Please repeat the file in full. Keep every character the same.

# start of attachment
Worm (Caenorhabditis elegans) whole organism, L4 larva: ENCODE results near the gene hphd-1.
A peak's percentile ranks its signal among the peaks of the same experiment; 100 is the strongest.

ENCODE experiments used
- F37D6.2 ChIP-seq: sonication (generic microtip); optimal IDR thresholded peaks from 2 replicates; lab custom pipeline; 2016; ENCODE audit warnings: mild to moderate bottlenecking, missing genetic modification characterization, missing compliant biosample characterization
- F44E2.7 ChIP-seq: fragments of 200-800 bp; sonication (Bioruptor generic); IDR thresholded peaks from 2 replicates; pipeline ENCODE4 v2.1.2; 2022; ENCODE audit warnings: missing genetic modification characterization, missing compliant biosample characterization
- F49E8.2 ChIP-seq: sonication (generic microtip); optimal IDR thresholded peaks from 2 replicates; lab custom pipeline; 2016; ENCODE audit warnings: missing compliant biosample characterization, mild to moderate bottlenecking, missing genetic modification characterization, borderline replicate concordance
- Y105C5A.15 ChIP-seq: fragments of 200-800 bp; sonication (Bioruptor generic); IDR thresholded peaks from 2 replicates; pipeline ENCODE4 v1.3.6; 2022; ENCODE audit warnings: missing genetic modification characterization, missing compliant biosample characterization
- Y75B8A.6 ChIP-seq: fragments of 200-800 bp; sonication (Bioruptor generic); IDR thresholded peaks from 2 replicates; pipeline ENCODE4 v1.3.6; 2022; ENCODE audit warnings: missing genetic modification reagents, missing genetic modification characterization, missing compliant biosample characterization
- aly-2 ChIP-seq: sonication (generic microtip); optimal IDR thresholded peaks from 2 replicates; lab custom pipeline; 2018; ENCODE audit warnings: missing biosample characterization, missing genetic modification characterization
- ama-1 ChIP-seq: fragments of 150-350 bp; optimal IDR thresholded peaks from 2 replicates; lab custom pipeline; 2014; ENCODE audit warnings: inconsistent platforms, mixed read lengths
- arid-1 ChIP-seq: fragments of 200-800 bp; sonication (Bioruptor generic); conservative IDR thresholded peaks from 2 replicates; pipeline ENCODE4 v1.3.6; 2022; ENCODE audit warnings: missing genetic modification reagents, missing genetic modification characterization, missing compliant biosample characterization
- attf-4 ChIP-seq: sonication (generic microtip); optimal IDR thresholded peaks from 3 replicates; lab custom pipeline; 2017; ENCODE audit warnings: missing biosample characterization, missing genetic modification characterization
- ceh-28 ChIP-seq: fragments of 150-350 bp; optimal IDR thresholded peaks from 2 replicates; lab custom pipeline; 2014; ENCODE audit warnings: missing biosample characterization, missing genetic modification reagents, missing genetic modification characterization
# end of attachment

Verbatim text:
Worm (Caenorhabditis elegans) whole organism, L4 larva: ENCODE results near the gene hphd-1.
A peak's percentile ranks its signal among the peaks of the same experiment; 100 is the strongest.

ENCODE experiments used
- F37D6.2 ChIP-seq: sonication (generic microtip); optimal IDR thresholded peaks from 2 replicates; lab custom pipeline; 2016; ENCODE audit warnings: mild to moderate bottlenecking, missing genetic modification characterization, missing compliant biosample characterization
- F44E2.7 ChIP-seq: fragments of 200-800 bp; sonication (Bioruptor generic); IDR thresholded peaks from 2 replicates; pipeline ENCODE4 v2.1.2; 2022; ENCODE audit warnings: missing genetic modification characterization, missing compliant biosample characterization
- F49E8.2 ChIP-seq: sonication (generic microtip); optimal IDR thresholded peaks from 2 replicates; lab custom pipeline; 2016; ENCODE audit warnings: missing compliant biosample characterization, mild to moderate bottlenecking, missing genetic modification characterization, borderline replicate concordance
- Y105C5A.15 ChIP-seq: fragments of 200-800 bp; sonication (Bioruptor generic); IDR thresholded peaks from 2 replicates; pipeline ENCODE4 v1.3.6; 2022; ENCODE audit warnings: missing genetic modification characterization, missing compliant biosample characterization
- Y75B8A.6 ChIP-seq: fragments of 200-800 bp; sonication (Bioruptor generic); IDR thresholded peaks from 2 replicates; pipeline ENCODE4 v1.3.6; 2022; ENCODE audit warnings: missing genetic modification reagents, missing genetic modification characterization, missing compliant biosample characterization
- aly-2 ChIP-seq: sonication (generic microtip); optimal IDR thresholded peaks from 2 replicates; lab custom pipeline; 2018; ENCODE audit warnings: missing biosample characterization, missing genetic modification characterization
- ama-1 ChIP-seq: fragments of 150-350 bp; optimal IDR thresholded peaks from 2 replicates; lab custom pipeline; 2014; ENCODE audit warnings: inconsistent platforms, mixed read lengths
- arid-1 ChIP-seq: fragments of 200-800 bp; sonication (Bioruptor generic); conservative IDR thresholded peaks from 2 replicates; pipeline ENCODE4 v1.3.6; 2022; ENCODE audit warnings: missing genetic modification reagents, missing genetic modification characterization, missing compliant biosample characterization
- attf-4 ChIP-seq: sonication (generic microtip); optimal IDR thresholded peaks from 3 replicates; lab custom pipeline; 2017; ENCODE audit warnings: missing biosample characterization, missing genetic modification characterization
- ceh-28 ChIP-seq: fragments of 150-350 bp; optimal IDR thresholded peaks from 2 replicates; lab custom pipeline; 2014; ENCODE audit warnings: missing biosample characterization, missing genetic modification reagents, missing genetic modification characterization